The 2023 NEOMFA Playwrights Festival at Convergence-Continuum is now open! I joined a sold-out house on Thursday night to see the first two of three shows offered this year.

Interview plays were the thing this past semester. Eric Mansfield and I both composed interview-based plays for workshop (see: After Roe) while our colleague Laura Barbieri penned one for craft and theory. We Call It Family is the result of several in-depth interviews with couples and individuals who have participated in the foster care system.

Laura, Eric and I with our advisor
Mike Geither (far left)
Playwrights in their third year are expected to workshop a full-length play, most years the first and second year students offer a ten-minute play or one act. Because there were just the three of us, they each had the opportunity to offer a one hour work for this first weekend.

At the first read-through for Family, Barbieri told me she was mortified to discover her forty-eight page play read at over two hours! She wasted no time editing the piece, providing a new draft that runs neatly under an hour by the next rehearsal. Considering the subject matter, which can be distressing at times, the piece really moves, thanks to her great work in braiding the dialogue among six performers.

So, anyway, how do you stage an interview play? Director Emileo Fernandez took material which on the page is presentational – direct address to the audience – and made it kinetic. While some told their stories, others often assumed the role of the children who otherwise would not be seen, only spoken about.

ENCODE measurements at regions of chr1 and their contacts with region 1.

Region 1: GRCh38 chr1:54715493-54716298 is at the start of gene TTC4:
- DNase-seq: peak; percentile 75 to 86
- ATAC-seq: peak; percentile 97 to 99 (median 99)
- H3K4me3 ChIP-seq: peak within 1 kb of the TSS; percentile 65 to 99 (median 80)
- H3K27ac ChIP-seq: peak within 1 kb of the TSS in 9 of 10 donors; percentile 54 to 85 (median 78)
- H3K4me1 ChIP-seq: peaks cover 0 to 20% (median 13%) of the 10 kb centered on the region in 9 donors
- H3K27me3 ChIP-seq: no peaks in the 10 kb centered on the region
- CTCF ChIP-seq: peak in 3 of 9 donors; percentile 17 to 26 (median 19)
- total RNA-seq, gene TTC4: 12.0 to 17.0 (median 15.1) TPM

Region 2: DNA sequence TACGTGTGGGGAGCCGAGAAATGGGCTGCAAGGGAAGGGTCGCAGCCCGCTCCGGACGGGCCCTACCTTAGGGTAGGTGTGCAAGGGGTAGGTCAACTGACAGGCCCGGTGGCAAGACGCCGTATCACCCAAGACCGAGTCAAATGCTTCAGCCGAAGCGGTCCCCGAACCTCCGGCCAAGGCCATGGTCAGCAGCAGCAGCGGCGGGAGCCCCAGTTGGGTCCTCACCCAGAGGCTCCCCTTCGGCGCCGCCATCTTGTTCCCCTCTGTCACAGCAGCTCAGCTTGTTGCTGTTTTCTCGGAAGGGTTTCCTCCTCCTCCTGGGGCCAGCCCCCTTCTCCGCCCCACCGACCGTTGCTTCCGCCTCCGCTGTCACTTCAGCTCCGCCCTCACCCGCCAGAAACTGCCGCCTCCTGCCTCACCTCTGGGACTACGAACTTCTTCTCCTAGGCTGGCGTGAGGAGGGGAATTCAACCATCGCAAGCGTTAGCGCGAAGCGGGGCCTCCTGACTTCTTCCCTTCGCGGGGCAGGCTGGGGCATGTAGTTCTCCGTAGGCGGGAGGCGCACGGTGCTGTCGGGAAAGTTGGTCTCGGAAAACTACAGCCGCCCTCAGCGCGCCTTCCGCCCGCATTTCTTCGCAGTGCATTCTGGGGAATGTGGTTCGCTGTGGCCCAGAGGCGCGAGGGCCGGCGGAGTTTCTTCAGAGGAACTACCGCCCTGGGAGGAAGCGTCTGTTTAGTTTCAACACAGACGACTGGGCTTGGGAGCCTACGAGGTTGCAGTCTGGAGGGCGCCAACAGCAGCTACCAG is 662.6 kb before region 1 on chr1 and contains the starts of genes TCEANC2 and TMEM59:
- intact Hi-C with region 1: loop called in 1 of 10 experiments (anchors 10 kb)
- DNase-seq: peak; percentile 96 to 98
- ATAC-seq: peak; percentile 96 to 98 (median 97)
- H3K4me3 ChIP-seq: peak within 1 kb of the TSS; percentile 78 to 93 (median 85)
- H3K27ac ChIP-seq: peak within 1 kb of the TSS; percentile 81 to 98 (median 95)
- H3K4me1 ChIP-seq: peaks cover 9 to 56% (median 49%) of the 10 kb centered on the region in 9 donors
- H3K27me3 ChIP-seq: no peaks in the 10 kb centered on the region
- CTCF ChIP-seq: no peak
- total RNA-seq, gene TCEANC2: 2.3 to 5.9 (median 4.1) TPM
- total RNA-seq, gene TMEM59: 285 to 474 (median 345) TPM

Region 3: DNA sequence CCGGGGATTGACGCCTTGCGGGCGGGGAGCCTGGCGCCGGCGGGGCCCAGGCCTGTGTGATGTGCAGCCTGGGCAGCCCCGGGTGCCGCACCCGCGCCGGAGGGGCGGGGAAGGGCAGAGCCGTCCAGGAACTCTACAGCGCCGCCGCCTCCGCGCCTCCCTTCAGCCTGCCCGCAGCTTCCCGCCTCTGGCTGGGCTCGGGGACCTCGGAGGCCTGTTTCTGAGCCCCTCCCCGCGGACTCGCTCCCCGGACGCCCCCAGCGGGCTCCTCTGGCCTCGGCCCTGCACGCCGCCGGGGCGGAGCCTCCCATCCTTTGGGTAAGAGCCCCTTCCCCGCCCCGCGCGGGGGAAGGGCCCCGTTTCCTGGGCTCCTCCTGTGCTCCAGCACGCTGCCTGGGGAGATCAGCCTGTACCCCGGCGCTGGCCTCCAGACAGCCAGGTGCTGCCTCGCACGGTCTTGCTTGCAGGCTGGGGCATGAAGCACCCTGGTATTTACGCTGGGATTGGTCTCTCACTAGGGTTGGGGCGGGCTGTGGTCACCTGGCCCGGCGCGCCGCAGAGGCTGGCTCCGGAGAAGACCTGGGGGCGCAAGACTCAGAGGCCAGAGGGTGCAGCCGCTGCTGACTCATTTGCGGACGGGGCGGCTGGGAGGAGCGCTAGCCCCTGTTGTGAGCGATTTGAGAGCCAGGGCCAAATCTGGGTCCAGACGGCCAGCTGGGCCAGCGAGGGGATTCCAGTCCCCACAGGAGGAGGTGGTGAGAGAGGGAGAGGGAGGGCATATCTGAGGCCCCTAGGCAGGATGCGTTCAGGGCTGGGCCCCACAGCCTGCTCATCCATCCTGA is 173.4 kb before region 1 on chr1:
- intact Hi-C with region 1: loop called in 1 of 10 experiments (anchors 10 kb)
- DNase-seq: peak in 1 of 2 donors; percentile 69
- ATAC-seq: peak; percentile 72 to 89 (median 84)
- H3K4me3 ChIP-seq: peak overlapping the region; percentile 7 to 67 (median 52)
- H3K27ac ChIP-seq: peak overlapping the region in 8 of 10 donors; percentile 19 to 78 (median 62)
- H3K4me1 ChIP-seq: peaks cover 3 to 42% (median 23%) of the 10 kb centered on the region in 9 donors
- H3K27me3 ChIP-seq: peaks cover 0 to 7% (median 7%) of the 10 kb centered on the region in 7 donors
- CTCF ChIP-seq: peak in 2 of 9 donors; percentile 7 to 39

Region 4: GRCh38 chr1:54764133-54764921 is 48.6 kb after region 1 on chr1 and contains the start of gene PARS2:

Eric’s piece, Home Movie, centers on a quartet of siblings who discover an unhappy secret about their parents while clearing out their childhood home. Eric has carved out a fascinating niche for himself, using his experiences as both a journalist and a member of the armed forces to take ideas from true stories and shape them into drama with a lot of humorous interpersonal relationships.

He says what we saw this weekend was a shorter version of a longer piece, and I am very interested in whether that means it's the same story with more details, or we have only seen the first half of a two act play.

This entire first weekend of performances are sold out, next weekend it’s my play Scenes From a Night’s Dream and that Saturday night performance has already sold out! So that’s good news. For promotion, I asked members of our cast to tell me what they thought the play was about and rock star Con-Con multimedia artist Neil Sudhakaran created this video.
The 2023 NEOMFA Playwrights Festival continues at Convergence-Continuum through Saturday, February 18.